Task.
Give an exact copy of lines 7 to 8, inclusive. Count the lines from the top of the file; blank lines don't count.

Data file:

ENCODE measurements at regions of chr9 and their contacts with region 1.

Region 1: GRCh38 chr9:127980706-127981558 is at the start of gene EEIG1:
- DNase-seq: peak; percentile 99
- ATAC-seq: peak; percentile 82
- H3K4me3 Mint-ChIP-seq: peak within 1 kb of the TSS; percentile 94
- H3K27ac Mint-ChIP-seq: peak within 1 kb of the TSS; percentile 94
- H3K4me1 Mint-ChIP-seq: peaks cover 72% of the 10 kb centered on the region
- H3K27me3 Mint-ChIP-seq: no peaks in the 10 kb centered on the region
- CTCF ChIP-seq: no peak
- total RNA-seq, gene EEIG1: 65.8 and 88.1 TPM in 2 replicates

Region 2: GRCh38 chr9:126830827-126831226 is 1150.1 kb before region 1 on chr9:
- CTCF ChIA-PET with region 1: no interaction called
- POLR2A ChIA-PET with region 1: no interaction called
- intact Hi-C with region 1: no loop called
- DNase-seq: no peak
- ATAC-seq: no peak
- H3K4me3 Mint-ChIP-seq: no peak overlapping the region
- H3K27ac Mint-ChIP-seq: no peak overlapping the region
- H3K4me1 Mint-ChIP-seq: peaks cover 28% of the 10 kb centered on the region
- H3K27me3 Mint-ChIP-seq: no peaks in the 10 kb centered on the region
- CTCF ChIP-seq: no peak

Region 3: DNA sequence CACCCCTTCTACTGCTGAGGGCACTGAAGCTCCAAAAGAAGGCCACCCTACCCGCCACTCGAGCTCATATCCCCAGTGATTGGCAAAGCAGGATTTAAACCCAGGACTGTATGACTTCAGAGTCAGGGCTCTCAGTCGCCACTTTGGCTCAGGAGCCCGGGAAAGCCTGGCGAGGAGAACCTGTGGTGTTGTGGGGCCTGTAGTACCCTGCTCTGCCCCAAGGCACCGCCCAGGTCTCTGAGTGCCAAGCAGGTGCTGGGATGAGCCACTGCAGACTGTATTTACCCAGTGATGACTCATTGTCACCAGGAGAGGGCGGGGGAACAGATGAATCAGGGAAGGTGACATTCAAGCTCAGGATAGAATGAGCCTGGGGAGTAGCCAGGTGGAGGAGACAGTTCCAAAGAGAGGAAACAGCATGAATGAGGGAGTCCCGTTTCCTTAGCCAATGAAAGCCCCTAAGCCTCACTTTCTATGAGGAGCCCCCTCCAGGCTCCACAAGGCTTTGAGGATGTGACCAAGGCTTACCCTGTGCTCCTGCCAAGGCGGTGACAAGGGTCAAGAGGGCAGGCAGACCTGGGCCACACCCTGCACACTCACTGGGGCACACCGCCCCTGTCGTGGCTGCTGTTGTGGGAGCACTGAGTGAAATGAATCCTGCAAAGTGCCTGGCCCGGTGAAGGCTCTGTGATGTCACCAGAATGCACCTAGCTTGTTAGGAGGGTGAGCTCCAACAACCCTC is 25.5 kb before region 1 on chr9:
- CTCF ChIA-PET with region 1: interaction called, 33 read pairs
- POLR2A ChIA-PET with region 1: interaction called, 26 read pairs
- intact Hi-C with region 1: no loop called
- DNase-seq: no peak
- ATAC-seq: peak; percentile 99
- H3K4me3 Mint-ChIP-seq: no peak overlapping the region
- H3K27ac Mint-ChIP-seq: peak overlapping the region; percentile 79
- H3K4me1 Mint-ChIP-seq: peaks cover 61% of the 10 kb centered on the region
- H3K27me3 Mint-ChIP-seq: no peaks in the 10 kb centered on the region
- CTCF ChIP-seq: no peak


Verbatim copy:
- H3K4me1 Mint-ChIP-seq: peaks cover 72% of the 10 kb centered on the region
- H3K27me3 Mint-ChIP-seq: no peaks in the 10 kb centered on the region